A bill protecting residents from dangerous dogs and making owners responsible for dog attacks has been approved by the County Council.
The council approved the legislation last Thursday and will be sending it to Mayor Maryanne Kusaka for approval.
The catalyst for the bill was sparked by an incident last year in which three pit bulls attacked a horse as it was being ridden on a trail overlooking Hanalei Valley.
The rider was not hurt, but a chase by the dogs drove the horse over a ridge, causing its death.
Following the incident, a group of citizens connected with the Kauai Humane Society formed to study dog-related issues and to help draft the bill.
Along with the horse attack, three hikers were attacked in Wailua in September, leaving one with serious injuries.
Nick Hill, a 21-year-old Kaua’i man who was the most seriously injured, reportedly has recovered from his wounds, for which he sought initial treatment at the Kauai Veteran Memorial Hospital emergency room.
Councilman Daryl Kaneshiro, a rancher, called for quicker council action following the latest attack, contending owners of dogs that attack people have to be held responsible. There were no reports of any arrests in either of the two dog attack cases.
Under the council legislation, a dog owner commits the offense of negligent failure to control a dangerous animal if the person fails to take reasonable steps to prevent the dog from attacking a person or animal and the attacks lead to injury to a person or maiming or serious injury to an animal or to its destruction.
A convicted dog owner would be subject to a fine ranging from $50 to $1,000, jail time of up to 30 days or probation of not more than six months.
The convicted dog owner also would be required to pay restitution.
Under the legislation, a law enforcement officer, in addition to making arrests or issuing summons, can have the dog seized and impounded if the dog poses an imminent threat to a person or animal.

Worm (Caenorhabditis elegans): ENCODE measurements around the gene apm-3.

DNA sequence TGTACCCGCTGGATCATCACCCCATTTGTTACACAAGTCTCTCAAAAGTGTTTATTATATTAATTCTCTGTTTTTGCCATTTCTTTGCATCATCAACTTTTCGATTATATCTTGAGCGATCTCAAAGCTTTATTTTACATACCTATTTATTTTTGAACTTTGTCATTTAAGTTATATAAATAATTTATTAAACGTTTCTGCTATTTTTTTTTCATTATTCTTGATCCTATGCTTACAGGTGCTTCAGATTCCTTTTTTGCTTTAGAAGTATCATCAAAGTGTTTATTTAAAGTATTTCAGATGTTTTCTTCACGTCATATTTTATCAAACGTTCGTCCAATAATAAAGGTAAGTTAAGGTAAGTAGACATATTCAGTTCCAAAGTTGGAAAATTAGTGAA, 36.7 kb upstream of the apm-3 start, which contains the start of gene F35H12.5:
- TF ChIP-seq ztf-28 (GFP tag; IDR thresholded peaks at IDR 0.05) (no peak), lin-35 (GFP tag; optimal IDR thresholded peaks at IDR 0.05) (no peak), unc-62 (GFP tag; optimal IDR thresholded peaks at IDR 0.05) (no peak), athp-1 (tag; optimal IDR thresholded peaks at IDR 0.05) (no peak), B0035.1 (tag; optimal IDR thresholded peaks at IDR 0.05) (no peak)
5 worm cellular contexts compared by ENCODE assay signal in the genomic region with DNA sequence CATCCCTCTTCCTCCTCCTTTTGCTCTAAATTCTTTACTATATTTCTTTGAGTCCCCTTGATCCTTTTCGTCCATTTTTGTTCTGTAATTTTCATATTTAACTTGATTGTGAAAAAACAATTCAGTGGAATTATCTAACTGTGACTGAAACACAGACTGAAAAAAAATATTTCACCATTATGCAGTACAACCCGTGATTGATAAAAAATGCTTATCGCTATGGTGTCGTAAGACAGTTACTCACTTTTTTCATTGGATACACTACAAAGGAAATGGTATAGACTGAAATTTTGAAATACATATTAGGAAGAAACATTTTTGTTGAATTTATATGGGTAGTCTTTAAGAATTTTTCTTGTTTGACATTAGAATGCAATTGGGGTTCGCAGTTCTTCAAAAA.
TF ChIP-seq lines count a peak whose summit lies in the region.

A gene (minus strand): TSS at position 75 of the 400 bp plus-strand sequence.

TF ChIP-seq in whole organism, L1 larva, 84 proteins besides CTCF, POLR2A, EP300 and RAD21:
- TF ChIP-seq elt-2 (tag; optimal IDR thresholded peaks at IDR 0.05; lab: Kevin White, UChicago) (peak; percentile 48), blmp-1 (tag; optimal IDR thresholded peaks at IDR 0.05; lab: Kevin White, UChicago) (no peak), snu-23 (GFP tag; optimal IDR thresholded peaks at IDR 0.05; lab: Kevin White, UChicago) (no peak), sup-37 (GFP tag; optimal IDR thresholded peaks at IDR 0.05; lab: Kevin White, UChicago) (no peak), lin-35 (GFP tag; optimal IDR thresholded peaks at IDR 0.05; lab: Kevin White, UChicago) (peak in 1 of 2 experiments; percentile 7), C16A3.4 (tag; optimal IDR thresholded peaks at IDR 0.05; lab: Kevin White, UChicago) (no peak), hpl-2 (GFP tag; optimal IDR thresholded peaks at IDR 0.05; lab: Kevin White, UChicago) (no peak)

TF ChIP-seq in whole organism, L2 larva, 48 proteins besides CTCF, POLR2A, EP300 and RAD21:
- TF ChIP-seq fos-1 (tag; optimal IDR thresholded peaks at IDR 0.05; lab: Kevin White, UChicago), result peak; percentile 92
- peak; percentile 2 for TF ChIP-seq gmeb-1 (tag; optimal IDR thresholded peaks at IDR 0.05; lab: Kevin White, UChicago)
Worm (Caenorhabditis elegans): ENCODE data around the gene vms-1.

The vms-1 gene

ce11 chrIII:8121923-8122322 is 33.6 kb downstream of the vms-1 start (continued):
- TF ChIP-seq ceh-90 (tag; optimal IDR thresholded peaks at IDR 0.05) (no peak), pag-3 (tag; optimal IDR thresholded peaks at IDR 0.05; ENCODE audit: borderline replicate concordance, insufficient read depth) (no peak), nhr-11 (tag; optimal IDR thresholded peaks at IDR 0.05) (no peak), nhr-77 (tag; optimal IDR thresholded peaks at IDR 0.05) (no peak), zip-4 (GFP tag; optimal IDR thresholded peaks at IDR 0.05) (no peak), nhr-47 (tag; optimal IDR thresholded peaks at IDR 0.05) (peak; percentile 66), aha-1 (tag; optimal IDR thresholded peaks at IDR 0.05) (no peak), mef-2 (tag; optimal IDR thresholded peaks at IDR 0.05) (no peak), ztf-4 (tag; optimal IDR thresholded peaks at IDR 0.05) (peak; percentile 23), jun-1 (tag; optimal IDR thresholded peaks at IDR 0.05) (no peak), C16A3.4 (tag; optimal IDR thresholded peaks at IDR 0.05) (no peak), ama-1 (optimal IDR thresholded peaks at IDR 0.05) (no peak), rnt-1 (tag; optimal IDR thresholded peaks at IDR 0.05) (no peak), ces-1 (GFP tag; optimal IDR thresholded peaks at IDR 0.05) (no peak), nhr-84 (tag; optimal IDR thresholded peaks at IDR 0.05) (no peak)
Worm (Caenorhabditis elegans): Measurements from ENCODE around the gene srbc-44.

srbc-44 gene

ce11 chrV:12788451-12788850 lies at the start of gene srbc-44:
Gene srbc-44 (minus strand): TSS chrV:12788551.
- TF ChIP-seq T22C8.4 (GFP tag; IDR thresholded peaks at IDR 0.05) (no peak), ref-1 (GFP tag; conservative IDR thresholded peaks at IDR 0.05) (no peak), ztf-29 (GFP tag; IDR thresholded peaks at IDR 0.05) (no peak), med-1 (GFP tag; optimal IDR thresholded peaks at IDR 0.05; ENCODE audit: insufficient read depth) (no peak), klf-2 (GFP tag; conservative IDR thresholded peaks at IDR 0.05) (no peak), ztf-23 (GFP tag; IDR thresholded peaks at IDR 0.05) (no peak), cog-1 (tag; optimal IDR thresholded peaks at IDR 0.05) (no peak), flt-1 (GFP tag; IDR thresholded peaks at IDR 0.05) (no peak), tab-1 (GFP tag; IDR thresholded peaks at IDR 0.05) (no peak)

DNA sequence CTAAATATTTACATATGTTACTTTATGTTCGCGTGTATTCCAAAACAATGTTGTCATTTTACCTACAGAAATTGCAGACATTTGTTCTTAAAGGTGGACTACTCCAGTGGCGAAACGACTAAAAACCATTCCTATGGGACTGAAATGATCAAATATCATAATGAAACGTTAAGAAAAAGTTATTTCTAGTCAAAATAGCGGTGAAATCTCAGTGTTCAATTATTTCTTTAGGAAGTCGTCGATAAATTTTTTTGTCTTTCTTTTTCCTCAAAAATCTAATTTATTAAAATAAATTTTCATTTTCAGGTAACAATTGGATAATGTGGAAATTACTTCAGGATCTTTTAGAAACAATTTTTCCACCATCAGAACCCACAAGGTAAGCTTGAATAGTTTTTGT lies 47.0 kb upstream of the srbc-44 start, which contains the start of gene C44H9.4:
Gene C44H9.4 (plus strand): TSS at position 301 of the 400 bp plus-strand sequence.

A sticking point of the bill with council members dealt with situations where the dog may have justification for attacks.
At least one council member said trespassers and burglars were essentially fair game for dog attacks. But other council members said that interpretation was too severe.
The legislation spells out action against dogs that attack without provocation.
But the law provides a “defense” for dogs and dog owners in attacks triggered under certain circumstances, according to councilman Randal Valenciano, an attorney.
These conditions include:
– The dog was protecting or defending its owner or a member of its owner’s household from an attack or assault.
– The person attacked was committing a crime while on the property of the owner of the dog.
– The dog attacked a person who entered or remained in a dwelling unlawfully.
– The person who was attacked had been teasing, tormenting, abusing or assaulting the dog or had done so in the past.
– The dog was attacked or menaced by an animal.
– The dog was responding to pain or injury inflicted by a person or animal that attacked the dog.
– The dog was protecting its offspring from the “attacked person or animal.”
The dangerous dog bill was part of a tandem bill related to dogs. The dog nuisance bill has come before past councils, but has been rejected because of the lack of support.
At a recent public hearing sponsored by the council, some dog owners said the bill has no merit because barking is part of the natural existence of dogs.
Critics of the bill said dogs will bark, sometimes incessantly, when they encounter strangers or see other animals.
Those supporting the bill said the bill, once it became law, would allow dog owners and non-dog owners to live without conflict and would allow dogs to remain with their families.
The council delayed action on the bill to allow hunters to meet with the Kauai Humane Society to discuss recommendations that might be incorporated into the legislation.
Staff writer Lester Chang can be reached at 245-3681 (ext. 225) and mailto:email@example.com